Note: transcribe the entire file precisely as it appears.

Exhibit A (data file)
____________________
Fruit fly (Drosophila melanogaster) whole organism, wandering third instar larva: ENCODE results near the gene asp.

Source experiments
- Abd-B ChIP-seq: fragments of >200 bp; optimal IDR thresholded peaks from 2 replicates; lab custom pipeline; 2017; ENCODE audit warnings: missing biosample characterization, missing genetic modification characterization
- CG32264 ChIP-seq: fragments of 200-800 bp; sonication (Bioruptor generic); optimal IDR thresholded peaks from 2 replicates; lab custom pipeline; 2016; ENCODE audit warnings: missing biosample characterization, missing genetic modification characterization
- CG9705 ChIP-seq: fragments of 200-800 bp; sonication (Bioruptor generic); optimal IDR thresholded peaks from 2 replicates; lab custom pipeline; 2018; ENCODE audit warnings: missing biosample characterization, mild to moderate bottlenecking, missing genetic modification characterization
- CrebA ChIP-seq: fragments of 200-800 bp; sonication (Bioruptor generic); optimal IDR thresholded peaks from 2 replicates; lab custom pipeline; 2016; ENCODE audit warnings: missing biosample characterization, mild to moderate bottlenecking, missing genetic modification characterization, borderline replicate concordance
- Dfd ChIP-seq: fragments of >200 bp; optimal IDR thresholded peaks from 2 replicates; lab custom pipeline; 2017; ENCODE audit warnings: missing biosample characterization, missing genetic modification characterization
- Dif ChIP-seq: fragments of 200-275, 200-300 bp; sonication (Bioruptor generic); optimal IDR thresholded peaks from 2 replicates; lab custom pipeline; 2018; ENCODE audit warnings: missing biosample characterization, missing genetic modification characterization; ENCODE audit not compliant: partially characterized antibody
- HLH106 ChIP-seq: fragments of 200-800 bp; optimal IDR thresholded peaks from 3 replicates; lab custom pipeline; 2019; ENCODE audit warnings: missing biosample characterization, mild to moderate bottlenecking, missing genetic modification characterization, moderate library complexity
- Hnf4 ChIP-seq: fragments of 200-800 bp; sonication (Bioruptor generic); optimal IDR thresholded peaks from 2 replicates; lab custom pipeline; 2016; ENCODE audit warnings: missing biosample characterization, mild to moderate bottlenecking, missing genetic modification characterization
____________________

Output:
Fruit fly (Drosophila melanogaster) whole organism, wandering third instar larva: ENCODE results near the gene asp.

Source experiments
- Abd-B ChIP-seq: fragments of >200 bp; optimal IDR thresholded peaks from 2 replicates; lab custom pipeline; 2017; ENCODE audit warnings: missing biosample characterization, missing genetic modification characterization
- CG32264 ChIP-seq: fragments of 200-800 bp; sonication (Bioruptor generic); optimal IDR thresholded peaks from 2 replicates; lab custom pipeline; 2016; ENCODE audit warnings: missing biosample characterization, missing genetic modification characterization
- CG9705 ChIP-seq: fragments of 200-800 bp; sonication (Bioruptor generic); optimal IDR thresholded peaks from 2 replicates; lab custom pipeline; 2018; ENCODE audit warnings: missing biosample characterization, mild to moderate bottlenecking, missing genetic modification characterization
- CrebA ChIP-seq: fragments of 200-800 bp; sonication (Bioruptor generic); optimal IDR thresholded peaks from 2 replicates; lab custom pipeline; 2016; ENCODE audit warnings: missing biosample characterization, mild to moderate bottlenecking, missing genetic modification characterization, borderline replicate concordance
- Dfd ChIP-seq: fragments of >200 bp; optimal IDR thresholded peaks from 2 replicates; lab custom pipeline; 2017; ENCODE audit warnings: missing biosample characterization, missing genetic modification characterization
- Dif ChIP-seq: fragments of 200-275, 200-300 bp; sonication (Bioruptor generic); optimal IDR thresholded peaks from 2 replicates; lab custom pipeline; 2018; ENCODE audit warnings: missing biosample characterization, missing genetic modification characterization; ENCODE audit not compliant: partially characterized antibody
- HLH106 ChIP-seq: fragments of 200-800 bp; optimal IDR thresholded peaks from 3 replicates; lab custom pipeline; 2019; ENCODE audit warnings: missing biosample characterization, mild to moderate bottlenecking, missing genetic modification characterization, moderate library complexity
- Hnf4 ChIP-seq: fragments of 200-800 bp; sonication (Bioruptor generic); optimal IDR thresholded peaks from 2 replicates; lab custom pipeline; 2016; ENCODE audit warnings: missing biosample characterization, mild to moderate bottlenecking, missing genetic modification characterization